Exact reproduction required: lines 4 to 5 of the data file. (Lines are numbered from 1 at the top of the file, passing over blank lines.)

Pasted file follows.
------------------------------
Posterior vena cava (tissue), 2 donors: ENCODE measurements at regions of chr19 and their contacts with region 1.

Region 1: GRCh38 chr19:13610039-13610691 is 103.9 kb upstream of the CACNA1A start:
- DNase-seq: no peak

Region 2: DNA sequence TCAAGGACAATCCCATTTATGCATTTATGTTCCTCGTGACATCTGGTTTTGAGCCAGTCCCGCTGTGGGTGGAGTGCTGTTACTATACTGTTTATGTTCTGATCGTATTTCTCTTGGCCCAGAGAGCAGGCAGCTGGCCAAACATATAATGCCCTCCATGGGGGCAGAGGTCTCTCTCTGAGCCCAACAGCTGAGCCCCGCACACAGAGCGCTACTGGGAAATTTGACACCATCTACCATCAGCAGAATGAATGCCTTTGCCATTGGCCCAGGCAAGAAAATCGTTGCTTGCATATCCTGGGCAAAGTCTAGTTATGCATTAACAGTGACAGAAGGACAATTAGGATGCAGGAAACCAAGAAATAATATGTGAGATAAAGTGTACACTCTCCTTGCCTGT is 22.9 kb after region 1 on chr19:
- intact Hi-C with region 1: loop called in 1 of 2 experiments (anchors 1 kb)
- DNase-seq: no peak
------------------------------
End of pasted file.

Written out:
Region 2: DNA sequence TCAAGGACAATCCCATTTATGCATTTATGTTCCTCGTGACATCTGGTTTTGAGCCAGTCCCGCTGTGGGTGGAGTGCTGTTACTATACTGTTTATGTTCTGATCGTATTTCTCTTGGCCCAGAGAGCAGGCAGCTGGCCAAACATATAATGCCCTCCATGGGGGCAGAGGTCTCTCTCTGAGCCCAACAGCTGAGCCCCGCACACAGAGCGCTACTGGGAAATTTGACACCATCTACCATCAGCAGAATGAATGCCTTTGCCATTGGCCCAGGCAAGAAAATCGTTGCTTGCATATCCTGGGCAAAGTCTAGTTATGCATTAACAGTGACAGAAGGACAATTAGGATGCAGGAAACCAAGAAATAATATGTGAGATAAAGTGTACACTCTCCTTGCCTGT is 22.9 kb after region 1 on chr19:
- intact Hi-C with region 1: loop called in 1 of 2 experiments (anchors 1 kb)